With climate change posing a challenge to the planet, it’s important to do all we can to cut carbon emissions. Read on to discover the significance of renewable energy in the aviation industry, as well as find out how risks posed by these new technologies can be mitigated.

Aircraft flying over a city

The importance of renewable energy in the aviation industry
The use of renewable energy in the aviation industry has the potential to significantly reduce its carbon footprint. Renewable energy sources such as solar and wind generate very little to no carbon emissions, making them an ideal alternative to fossil fuels.

What are some of the key benefits of renewable energy for airports?
Renewable energy is advantageous for airports in many ways. Benefits include:

• Produces fewer life-cycle emissions than fossil fuels

• Can supplement the purchase of non-renewable energy

• Can reduce operating costs

• Can reduce your airport’s carbon footprint

• Can reduce uncertainty in power supply

• Contributes to regulatory compliance

• Offers potential for revenue generation

• Offers potential local air quality benefit

• Contributes toward climate resilience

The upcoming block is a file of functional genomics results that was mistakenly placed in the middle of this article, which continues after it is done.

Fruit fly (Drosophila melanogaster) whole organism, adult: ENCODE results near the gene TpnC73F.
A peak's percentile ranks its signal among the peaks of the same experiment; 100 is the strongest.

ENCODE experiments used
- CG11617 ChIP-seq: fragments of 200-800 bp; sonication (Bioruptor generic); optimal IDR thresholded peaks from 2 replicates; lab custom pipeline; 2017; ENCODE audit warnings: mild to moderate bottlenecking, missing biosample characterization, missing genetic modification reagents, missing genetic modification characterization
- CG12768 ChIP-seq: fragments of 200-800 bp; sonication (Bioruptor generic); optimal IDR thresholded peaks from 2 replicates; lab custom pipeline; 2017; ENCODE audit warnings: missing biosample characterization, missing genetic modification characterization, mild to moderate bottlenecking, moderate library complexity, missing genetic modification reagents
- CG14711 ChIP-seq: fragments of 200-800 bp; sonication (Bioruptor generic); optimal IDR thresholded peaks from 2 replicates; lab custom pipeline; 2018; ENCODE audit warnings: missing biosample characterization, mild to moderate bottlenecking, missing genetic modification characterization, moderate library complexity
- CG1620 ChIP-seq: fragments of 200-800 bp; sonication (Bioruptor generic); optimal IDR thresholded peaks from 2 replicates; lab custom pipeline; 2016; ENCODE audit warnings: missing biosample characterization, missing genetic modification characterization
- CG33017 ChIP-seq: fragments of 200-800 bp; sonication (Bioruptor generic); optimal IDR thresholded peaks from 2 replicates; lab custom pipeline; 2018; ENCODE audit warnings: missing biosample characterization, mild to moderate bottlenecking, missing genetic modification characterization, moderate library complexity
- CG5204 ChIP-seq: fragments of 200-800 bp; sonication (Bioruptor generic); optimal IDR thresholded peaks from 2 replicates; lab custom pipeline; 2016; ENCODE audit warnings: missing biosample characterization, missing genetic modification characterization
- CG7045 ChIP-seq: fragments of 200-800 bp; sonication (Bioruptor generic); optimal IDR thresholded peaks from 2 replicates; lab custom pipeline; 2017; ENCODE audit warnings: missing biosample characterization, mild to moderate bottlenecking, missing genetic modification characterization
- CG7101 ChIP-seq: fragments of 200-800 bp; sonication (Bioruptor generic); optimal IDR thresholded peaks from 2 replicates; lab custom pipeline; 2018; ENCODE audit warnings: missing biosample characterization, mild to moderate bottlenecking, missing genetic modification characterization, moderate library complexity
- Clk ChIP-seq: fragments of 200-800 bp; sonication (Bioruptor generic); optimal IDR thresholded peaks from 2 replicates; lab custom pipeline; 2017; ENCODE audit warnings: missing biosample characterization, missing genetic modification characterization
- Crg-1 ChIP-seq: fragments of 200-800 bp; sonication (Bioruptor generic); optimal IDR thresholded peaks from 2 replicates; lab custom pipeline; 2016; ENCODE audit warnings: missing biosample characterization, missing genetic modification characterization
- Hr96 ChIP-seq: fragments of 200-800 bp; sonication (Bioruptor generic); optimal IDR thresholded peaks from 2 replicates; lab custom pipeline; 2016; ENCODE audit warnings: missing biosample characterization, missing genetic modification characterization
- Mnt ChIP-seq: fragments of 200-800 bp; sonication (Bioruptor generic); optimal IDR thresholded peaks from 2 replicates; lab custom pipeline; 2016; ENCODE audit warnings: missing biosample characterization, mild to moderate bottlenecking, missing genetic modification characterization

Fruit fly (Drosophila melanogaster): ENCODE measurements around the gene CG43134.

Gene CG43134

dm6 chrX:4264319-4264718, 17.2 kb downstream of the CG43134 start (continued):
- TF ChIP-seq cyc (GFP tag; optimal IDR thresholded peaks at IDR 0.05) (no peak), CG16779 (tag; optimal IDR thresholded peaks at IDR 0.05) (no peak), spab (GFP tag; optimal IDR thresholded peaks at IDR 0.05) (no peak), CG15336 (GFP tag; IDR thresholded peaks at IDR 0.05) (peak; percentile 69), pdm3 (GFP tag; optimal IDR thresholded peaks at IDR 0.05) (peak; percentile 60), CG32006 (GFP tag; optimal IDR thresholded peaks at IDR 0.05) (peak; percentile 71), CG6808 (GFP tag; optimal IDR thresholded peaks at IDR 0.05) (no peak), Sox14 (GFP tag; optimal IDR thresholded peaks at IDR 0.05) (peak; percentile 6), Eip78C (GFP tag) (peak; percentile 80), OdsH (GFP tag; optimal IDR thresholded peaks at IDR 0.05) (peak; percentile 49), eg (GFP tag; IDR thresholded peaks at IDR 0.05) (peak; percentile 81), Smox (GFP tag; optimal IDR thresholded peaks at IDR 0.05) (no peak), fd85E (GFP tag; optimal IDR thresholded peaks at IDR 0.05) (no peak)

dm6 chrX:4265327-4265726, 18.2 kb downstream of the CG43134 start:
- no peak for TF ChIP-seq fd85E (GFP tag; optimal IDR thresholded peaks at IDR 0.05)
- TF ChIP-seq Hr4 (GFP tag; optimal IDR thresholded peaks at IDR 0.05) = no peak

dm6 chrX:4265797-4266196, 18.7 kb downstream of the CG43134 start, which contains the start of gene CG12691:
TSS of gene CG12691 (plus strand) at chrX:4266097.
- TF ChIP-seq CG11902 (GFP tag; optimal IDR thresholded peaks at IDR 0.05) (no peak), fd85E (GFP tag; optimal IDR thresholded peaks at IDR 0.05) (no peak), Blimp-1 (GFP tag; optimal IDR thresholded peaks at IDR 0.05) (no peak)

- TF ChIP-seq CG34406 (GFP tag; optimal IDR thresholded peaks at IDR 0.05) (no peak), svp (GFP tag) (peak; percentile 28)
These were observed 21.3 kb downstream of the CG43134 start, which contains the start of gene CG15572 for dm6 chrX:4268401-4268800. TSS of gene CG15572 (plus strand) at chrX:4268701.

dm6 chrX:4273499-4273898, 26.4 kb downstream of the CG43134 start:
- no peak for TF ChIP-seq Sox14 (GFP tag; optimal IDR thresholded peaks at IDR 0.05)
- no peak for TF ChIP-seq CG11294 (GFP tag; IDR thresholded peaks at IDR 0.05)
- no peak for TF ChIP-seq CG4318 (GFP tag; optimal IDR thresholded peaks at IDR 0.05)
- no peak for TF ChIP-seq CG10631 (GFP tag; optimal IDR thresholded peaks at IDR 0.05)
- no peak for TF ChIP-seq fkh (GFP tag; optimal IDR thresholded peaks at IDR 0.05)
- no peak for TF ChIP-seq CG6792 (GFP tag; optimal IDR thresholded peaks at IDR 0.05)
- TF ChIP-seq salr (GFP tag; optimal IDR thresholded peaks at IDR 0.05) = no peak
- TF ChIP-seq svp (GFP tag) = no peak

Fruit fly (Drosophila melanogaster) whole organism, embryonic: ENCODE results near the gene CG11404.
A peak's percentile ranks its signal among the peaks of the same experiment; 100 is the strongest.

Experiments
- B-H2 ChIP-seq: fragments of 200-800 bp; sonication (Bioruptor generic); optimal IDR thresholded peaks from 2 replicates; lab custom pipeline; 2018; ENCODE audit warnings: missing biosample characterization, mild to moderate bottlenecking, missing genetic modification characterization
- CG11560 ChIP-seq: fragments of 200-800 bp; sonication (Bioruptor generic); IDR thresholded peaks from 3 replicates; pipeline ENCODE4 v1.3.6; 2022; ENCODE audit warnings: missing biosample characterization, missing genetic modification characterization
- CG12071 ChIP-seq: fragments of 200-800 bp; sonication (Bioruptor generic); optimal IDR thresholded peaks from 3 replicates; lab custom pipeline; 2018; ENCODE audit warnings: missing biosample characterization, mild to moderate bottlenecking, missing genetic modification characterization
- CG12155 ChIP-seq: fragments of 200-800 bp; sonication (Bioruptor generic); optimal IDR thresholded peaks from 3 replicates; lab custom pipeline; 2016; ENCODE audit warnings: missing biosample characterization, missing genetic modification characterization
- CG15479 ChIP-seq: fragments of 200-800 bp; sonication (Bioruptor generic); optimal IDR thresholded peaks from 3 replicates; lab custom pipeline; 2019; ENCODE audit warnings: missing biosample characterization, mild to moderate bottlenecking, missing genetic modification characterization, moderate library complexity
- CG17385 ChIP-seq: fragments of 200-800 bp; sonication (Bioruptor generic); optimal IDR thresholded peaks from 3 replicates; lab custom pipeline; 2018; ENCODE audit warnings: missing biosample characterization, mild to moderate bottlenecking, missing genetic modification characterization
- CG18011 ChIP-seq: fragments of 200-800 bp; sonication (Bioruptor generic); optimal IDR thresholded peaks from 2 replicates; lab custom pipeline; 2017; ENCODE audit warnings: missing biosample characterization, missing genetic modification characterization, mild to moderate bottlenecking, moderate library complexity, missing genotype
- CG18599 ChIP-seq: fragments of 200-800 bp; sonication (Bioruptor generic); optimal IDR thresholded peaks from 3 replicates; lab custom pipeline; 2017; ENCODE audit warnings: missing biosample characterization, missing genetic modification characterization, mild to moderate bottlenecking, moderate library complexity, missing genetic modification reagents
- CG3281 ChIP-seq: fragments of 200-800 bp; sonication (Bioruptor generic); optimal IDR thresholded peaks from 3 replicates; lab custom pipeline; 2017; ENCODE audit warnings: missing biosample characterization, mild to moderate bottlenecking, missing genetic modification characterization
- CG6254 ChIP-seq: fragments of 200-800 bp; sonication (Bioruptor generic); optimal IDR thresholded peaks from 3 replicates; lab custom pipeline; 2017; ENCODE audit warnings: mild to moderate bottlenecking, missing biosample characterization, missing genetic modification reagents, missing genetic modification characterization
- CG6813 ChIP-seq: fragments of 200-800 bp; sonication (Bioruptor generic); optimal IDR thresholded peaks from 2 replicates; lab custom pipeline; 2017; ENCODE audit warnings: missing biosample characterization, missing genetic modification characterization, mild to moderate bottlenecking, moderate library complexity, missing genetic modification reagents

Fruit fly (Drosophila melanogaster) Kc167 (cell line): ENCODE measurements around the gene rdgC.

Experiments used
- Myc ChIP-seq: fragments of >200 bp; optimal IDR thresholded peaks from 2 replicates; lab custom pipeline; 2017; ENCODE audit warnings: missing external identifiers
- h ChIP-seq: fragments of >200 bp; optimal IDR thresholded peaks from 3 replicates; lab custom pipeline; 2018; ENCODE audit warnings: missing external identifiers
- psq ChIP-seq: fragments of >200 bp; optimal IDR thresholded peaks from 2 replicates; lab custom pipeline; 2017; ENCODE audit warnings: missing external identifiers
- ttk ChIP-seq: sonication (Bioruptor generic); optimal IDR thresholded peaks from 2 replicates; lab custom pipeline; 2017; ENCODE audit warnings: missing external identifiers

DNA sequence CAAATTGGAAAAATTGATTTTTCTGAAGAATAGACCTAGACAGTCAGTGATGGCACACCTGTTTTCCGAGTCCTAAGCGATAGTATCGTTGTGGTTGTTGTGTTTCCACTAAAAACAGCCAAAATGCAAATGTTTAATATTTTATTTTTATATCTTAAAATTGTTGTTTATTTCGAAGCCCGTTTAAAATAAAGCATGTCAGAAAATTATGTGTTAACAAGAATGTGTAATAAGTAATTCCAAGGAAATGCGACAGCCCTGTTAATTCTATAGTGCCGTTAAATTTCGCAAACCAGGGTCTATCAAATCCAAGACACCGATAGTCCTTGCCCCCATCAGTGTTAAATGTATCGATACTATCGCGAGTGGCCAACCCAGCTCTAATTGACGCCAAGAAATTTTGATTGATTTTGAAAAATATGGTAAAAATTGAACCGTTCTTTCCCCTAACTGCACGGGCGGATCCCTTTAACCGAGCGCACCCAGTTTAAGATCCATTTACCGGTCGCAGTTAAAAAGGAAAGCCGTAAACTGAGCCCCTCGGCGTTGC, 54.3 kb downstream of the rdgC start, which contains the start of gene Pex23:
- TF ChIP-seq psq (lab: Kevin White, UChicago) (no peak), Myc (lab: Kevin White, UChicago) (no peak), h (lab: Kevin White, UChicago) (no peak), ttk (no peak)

Different sources of renewable energy

There are many different sources of renewable energy. These include:

Among the more common and widely applicable renewable energy projects at airport sites are photovoltaic (PV) systems, which convert sunlight into electricity. PV systems have been installed at well over 100 airports worldwide and are well-suited for many existing airport designs due to the vast horizontal surfaces on which they can be installed. They can be mounted on terminal buildings or placed on unused or otherwise unproductive airport property. Some airports have even used the harnessed solar energy to power ground vehicles or to deploy charging stations for electric cars in parking areas.

For many airports, PV systems serve as an economically and technically feasible way to increase the share of renewables in the energy supply. In some cases, however, PV systems may present challenges with regards to solar glare, and the airport must consider the operational safety implications for their specific location and proposed project – these are commonly known as glint and glare assessments.